WASHINGTON — President Donald Trump on Wednesday tightened the screws on his most loyal soldier, trying to pressure Vice President Mike Pence to use powers he does not have to overturn the will of voters in a desperate and futile bid to undo President-elect Joe Biden’s victory in the November election.
Pence finds himself in the most precarious position of his tenure as he prepares to preside over Wednesday’s congressional tally of Electoral College votes, bearing witness to the formality of the Trump-Pence team’s defeat.
Beginning at 1 p.m., Pence’s role is to open the certificates of the electoral votes from each state and present them to the appointed “tellers” from the House and Senate in alphabetical order. At the end of the count, Pence, seated on the House of Representatives’ rostrum, has the task of announcing who has won the majority of votes for both president and vice president.
Despite his largely ceremonial assignment, Pence is under intense pressure from the president and legions of supporters who want the vice president to use the moment to overturn the will of the voters in a handful of battleground states.
“All Mike Pence has to do is send them back to the States, AND WE WIN,” Trump tweeted Wednesday morning. “Do it Mike, this is a time for extreme courage!”
Pence has no such unilateral power under the Constitution and congressional rules that govern the count. It is up to the House and Senate to voice objections, and states’ electors were chosen in accordance with state law, not fraudulently.
“We’ve fought on every front on legally viable methods that are based on the Constitution of the United States. We don’t want anarchy here, folks,” said lawyer Jay Sekulow, who represented Trump during his impeachment, on his radio show Tuesday. Sekulow dismissed the notion that Pence could act to overturn the vote. “Elections have consequences,” Sekulow said.
Pence told Trump during their weekly lunch in the West Wing on Tuesday that he did not believe he had the power to unilaterally overturn electoral votes, according to a person briefed on the one-on-one conversation. This person was not authorized to publicly discuss the private discussion, which was first reported by The New York Times, and spoke on condition of anonymity.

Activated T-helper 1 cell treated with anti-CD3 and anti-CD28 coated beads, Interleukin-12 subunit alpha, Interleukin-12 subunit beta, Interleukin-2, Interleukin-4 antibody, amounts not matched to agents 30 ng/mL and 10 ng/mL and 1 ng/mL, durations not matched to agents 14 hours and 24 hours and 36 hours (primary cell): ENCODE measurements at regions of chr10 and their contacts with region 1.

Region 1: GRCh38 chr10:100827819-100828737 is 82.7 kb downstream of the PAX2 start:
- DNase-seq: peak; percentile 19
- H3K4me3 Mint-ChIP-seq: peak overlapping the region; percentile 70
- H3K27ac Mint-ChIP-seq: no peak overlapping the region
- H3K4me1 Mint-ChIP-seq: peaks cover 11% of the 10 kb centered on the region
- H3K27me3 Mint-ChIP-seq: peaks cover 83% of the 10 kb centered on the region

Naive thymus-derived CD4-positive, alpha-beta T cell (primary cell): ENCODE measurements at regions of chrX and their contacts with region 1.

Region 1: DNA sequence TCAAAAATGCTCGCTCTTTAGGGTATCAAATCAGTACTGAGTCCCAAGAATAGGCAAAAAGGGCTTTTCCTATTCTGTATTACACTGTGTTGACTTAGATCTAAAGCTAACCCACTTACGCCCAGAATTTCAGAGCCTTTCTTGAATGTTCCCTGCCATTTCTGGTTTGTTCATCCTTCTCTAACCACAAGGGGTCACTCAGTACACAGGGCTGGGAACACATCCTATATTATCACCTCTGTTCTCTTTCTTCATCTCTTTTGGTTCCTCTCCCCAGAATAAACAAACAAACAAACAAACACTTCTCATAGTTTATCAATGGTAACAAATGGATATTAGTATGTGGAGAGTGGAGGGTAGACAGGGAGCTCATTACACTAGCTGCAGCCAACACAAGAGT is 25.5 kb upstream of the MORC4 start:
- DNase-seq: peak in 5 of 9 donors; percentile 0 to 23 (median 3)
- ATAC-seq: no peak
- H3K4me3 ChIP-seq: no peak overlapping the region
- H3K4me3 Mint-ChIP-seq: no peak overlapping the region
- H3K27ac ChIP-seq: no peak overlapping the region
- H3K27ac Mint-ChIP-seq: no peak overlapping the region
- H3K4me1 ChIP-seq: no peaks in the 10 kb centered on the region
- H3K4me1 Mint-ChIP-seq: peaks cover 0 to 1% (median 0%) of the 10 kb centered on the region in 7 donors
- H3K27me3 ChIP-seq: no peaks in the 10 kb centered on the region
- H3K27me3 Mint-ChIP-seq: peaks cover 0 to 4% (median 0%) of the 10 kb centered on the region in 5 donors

Trump denied the report in a statement late Tuesday in which he continued to falsely assert Pence has powers he does not. But the vice president, whose office declined to discuss his plans, was not expected to deliver on Trump’s request to overturn the electors, acknowledging he has no such unilateral power.
Pence has spent hours with staff and the Senate parliamentarian to prepare for Wednesday’s joint session, including studying the Electoral Count Act of 1887, which governs the proceedings, and relevant legal opinions.
“I think he will approach this as a constitutionalist, basically, and say, ‘What’s my role in the Constitution as president of the Senate?'” said David McIntosh, president of the conservative Club for Growth and a Pence friend. “What he’ll do is allow anybody who is going to move to object to be heard, but then abide by what the majority of the Senate makes the outcome.”
In fulfilling one of the few formal responsibilities of the vice presidency, Pence risks compromising his own political future. Pence is eyeing a run for the White House in 2024 and is banking on his years of loyalty to Trump, who could be a political kingmaker for years to come, to help him stand out in what is expected to be a crowded field.
That means Pence must avoid angering Trump along with large numbers of Republican voters who have bought into the president’s unsupported claims of widespread election fraud and have been falsely led to believe that Pence has the power to reverse the outcome by rejecting the votes from states such as Georgia, Michigan, Wisconsin and Pennsylvania that swung from Trump in 2016 to Biden in 2020.
Trump planned to rally thousands of supporters on the Ellipse, just south of the White House, hours before the count in Congress.
Despite claims by Trump and his allies, there was not widespread fraud in the election. This has been confirmed by a range of election officials and by William Barr, who stepped down as attorney general last month. Neither Trump nor any of the lawmakers promising to object to the count have presented credible evidence that would change the outcome.
Nevertheless, more than 100 House Republicans and a dozen Senate Republicans have said they will challenge the electoral votes of at least one state. Majorities in both chambers are required to reject the will of voters, but enough Republican lawmakers have said they will join with Democrats to reject the last-ditch move by Trump’s allies.
Trump, at a rally Monday night in Georgia for candidates in two Senate runoff elections, made clear he’s putting his faith in Pence.
“I hope Mike Pence comes through for us, I have to tell you,” Trump said, adding, “Of course, if he doesn’t come through, I won’t like him quite as much.”
Jill Colvin and Zeke Miller, The Associated Press